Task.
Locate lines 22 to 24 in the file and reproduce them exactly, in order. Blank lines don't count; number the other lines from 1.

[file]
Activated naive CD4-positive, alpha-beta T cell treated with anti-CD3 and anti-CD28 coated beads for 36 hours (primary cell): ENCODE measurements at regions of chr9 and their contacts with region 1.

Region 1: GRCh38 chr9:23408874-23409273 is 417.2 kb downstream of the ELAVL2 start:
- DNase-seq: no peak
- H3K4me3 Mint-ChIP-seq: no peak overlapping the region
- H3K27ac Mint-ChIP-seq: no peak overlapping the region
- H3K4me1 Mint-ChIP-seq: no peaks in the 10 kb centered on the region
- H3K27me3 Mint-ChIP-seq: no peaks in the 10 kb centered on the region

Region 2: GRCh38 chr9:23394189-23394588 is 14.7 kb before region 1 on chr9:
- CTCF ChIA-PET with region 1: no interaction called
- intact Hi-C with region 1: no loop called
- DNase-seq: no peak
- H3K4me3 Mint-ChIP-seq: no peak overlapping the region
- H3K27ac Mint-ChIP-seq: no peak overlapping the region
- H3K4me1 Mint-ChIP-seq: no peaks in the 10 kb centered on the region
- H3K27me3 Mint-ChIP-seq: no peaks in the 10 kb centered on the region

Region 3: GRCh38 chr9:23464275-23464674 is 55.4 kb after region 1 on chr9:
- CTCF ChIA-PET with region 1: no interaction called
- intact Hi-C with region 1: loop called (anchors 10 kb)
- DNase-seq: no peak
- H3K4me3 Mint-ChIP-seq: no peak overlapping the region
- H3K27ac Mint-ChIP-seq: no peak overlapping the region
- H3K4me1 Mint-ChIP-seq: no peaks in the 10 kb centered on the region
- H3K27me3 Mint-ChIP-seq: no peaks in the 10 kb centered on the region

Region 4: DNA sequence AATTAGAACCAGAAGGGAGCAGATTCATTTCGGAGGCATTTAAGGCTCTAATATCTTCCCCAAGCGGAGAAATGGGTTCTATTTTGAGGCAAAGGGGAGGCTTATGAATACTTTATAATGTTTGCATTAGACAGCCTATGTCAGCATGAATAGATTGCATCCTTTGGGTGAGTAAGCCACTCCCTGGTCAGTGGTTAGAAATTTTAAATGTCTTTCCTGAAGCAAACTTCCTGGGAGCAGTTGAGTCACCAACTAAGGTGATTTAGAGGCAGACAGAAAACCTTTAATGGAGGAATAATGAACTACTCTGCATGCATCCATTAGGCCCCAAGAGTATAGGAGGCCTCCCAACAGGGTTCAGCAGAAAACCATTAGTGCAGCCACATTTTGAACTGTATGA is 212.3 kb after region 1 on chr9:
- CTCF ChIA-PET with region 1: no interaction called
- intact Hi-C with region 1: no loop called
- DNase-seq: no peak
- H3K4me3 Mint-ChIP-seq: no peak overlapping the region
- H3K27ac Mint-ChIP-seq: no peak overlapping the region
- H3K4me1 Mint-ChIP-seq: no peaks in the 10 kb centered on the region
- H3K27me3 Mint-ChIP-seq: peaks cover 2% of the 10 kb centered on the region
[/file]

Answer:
- H3K4me1 Mint-ChIP-seq: no peaks in the 10 kb centered on the region
- H3K27me3 Mint-ChIP-seq: no peaks in the 10 kb centered on the region

Region 4: DNA sequence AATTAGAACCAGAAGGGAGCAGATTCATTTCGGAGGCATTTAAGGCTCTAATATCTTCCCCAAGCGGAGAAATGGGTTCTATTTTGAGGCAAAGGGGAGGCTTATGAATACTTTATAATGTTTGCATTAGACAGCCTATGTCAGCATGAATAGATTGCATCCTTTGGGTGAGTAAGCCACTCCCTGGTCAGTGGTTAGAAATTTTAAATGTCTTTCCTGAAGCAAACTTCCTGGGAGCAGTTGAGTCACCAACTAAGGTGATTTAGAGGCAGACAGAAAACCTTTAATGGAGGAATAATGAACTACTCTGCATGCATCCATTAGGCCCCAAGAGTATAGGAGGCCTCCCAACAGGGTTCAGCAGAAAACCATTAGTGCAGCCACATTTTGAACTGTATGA is 212.3 kb after region 1 on chr9: